Google, Verizon Web Deal Could Upend Net Neutrality
AP/Huffington Post | By JOELLE TESSLER First Posted: 08- 5-10 11:35 AM | Updated: 08- 5-10 11:35 AM
WASHINGTON — Google Inc. and Verizon Communications Inc. are close to finalizing a proposal for so-called “network neutrality” rules, which would dictate how broadband providers treat Internet traffic flowing over their lines, according to a person briefed on the negotiations.
A deal could be announced within days, said the person, who did not want to be identified because negotiations are still ongoing. According to the New York Times, the agreement between Google and Verizon “could allow Verizon to speed some online content to Internet users more quickly if the content’s creators are willing to pay for the privilege.”
Under the deal, “charges could be paid by companies, like YouTube, owned by Google, for example, to Verizon, one of the nation’s leading Internet service providers, to ensure that its content received priority as it made its way to consumers,” the New York Times explains, noting that Internet users might eventually pay a higher price for service as a result.
Josh Silver – President, Free Press
Posted: August 5, 2010 09:26 AM
Google-Verizon Deal: The End of The Internet as We Know It
For years, Internet advocates have warned of the doomsday scenario that will play out on Monday: Google and Verizon will announce a deal that the New York Times reports “could allow Verizon to speed some online content to Internet users more quickly if the content’s creators are willing to pay for the privilege.”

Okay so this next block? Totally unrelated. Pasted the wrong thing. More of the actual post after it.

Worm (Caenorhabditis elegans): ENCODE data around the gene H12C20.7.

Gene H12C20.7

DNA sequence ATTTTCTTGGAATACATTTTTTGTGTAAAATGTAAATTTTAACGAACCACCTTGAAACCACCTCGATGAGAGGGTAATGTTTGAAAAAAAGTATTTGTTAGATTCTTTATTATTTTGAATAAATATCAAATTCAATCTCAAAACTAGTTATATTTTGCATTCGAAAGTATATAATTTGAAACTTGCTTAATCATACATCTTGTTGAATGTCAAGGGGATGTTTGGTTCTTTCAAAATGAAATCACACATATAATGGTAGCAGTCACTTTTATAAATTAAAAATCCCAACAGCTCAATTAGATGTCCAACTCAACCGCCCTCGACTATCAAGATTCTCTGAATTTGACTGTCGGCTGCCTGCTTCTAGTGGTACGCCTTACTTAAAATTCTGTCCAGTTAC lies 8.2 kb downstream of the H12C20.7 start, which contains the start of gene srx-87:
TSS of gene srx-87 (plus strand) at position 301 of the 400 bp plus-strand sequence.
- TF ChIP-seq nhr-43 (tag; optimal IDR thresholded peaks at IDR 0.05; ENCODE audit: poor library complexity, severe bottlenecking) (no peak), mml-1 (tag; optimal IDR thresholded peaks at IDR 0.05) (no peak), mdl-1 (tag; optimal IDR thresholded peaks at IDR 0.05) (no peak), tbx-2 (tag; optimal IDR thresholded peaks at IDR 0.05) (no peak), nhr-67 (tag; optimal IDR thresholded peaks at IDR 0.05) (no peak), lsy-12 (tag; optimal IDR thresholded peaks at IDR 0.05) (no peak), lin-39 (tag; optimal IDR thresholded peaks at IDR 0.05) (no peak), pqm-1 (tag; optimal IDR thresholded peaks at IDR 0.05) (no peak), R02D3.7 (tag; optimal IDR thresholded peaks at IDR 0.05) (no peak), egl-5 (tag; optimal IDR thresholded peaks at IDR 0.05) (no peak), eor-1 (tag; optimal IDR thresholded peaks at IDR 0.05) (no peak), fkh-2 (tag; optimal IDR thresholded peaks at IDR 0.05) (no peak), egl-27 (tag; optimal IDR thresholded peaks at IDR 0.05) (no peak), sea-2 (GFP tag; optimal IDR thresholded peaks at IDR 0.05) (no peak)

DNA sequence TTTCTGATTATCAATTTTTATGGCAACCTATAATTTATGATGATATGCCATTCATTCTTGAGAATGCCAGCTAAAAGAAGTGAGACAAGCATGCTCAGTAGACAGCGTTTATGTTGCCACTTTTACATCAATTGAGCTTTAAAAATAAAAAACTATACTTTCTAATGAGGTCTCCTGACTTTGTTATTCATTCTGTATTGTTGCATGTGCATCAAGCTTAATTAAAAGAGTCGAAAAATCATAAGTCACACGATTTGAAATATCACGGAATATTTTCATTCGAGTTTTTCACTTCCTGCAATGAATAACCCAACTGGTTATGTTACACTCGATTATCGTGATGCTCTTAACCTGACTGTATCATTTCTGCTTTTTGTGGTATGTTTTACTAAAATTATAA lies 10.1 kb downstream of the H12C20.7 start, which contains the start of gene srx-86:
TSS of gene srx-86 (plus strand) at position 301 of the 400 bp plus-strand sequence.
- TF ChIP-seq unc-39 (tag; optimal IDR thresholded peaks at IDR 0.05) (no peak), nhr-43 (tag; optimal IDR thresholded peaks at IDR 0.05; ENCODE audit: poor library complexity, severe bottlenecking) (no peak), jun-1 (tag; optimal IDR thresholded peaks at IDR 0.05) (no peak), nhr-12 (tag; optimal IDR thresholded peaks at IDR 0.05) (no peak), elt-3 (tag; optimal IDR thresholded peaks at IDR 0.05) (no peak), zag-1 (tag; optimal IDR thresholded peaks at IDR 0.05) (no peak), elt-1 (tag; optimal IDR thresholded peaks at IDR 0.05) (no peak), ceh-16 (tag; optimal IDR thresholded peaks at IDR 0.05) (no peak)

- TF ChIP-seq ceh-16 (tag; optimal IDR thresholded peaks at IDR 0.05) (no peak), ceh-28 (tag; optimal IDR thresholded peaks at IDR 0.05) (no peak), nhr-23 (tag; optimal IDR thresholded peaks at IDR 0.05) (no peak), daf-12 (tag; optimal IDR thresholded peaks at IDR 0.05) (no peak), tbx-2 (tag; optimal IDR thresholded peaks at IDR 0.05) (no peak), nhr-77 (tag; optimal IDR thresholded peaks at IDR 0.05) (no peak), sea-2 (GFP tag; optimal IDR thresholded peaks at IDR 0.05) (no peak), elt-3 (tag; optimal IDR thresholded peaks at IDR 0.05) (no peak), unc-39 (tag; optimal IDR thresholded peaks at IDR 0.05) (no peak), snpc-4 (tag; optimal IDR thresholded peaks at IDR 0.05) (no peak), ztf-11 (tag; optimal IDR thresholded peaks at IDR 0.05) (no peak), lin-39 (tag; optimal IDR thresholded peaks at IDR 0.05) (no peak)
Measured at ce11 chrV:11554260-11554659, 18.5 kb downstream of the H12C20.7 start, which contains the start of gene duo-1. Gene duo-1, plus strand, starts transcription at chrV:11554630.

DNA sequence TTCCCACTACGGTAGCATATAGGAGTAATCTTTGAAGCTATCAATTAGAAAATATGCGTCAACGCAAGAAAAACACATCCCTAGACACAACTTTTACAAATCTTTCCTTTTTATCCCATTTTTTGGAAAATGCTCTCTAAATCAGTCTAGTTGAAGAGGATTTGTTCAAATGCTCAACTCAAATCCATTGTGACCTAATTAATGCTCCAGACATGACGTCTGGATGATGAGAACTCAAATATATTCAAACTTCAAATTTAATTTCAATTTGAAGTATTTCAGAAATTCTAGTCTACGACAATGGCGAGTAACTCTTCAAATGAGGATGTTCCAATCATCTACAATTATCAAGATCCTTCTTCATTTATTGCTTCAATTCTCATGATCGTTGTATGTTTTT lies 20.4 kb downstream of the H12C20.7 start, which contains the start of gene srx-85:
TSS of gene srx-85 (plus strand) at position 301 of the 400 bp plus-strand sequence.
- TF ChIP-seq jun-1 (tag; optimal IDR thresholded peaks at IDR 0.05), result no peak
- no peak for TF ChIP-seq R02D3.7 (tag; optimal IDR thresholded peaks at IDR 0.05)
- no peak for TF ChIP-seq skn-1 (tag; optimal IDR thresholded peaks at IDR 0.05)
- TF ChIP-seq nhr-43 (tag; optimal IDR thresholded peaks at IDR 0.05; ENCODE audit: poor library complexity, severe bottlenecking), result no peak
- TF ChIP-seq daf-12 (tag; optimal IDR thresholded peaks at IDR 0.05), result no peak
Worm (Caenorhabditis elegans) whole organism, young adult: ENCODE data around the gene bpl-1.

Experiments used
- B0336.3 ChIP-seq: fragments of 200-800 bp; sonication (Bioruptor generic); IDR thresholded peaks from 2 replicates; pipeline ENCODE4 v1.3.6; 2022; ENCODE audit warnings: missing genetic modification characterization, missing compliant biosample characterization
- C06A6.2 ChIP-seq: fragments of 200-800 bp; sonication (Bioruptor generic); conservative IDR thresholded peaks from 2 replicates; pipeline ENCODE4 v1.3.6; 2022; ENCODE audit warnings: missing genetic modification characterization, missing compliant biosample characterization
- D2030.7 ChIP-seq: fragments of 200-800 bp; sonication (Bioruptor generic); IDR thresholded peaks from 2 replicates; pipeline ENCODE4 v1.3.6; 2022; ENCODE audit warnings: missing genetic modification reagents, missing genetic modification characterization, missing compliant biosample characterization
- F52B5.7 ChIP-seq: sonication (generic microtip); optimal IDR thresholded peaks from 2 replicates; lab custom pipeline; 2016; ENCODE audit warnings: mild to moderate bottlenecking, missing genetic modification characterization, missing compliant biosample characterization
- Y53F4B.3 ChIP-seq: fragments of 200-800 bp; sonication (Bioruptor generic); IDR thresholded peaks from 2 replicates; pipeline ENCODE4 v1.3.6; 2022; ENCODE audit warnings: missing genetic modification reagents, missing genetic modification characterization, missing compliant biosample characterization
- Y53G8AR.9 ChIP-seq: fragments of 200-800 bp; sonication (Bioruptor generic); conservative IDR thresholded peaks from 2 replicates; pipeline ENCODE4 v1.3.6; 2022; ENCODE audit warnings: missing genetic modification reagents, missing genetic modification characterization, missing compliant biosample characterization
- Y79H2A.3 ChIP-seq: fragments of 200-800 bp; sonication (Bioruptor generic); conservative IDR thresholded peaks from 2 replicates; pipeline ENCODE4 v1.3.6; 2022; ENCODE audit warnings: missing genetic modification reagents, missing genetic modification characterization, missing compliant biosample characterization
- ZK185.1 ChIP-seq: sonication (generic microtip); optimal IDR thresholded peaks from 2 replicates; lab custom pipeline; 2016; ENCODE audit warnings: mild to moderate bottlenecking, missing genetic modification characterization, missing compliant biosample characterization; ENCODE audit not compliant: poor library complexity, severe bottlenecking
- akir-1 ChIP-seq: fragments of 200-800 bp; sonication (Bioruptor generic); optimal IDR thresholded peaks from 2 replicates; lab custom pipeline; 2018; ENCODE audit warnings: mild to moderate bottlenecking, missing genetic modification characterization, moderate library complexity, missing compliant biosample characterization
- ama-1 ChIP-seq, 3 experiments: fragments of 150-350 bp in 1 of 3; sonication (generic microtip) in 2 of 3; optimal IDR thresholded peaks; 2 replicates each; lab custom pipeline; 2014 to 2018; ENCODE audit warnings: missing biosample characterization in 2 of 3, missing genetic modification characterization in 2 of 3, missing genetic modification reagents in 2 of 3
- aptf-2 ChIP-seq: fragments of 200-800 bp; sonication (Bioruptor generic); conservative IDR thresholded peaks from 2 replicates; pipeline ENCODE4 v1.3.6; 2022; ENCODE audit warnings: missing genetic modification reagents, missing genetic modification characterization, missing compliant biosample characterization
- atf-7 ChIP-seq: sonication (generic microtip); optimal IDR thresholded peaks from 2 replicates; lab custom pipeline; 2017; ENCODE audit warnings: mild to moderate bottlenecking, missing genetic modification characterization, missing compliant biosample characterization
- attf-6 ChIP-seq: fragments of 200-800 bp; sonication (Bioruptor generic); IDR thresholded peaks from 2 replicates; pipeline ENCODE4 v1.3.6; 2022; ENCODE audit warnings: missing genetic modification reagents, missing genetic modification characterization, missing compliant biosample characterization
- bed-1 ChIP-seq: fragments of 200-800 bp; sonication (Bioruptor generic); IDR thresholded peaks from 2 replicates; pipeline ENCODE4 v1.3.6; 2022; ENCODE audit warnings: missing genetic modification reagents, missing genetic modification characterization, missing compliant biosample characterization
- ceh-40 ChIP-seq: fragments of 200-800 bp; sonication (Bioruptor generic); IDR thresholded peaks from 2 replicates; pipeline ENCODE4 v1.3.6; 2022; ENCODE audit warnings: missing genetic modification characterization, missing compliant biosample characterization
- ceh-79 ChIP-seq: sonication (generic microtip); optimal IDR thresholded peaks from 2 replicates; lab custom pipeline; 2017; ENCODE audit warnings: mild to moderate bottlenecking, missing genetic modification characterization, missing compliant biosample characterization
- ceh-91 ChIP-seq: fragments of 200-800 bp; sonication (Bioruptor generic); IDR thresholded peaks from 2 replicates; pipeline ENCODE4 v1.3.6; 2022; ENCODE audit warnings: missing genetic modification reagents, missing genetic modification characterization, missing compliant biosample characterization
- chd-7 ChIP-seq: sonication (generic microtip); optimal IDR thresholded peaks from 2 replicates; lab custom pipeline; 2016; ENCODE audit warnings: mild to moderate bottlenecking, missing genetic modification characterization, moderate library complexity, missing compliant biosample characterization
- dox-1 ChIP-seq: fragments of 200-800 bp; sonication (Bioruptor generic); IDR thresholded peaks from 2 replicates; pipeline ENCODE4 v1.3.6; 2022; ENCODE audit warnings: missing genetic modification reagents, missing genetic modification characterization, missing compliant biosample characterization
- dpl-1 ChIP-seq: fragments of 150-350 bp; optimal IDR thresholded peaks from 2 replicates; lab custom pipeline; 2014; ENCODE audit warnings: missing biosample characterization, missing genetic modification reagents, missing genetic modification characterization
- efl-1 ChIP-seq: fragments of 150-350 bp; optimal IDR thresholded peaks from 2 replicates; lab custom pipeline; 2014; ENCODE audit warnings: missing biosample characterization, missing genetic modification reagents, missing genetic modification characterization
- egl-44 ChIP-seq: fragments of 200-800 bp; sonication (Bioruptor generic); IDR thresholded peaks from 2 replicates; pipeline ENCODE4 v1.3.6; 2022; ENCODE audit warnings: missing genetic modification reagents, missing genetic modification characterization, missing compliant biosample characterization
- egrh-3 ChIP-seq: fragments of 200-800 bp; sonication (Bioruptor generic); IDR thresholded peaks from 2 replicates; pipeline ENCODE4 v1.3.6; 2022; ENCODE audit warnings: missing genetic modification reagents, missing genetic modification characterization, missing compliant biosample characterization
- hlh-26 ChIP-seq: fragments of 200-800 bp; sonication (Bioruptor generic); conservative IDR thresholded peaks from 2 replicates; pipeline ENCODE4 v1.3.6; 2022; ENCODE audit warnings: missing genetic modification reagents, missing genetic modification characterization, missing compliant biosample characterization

The deal marks the beginning of the end of the Internet as you know it. Since its beginnings, the Net was a level playing field that allowed all content to move at the same speed, whether it’s ABC News or your uncle’s video blog. That’s all about to change, and the result couldn’t be more bleak for the future of the Internet, for television, radio and independent voices.
How did this happen? We have a Federal Communications Commission that has been denied authority by the courts to police the activities of Internet service providers like Verizon and Comcast. All because of a bad decision by the Bush-era FCC. We have a pro-industry FCC Chairman who is terrified of making a decision, conducting back room dealmaking, and willing to sit on his hands rather than reassert his agency’s authority.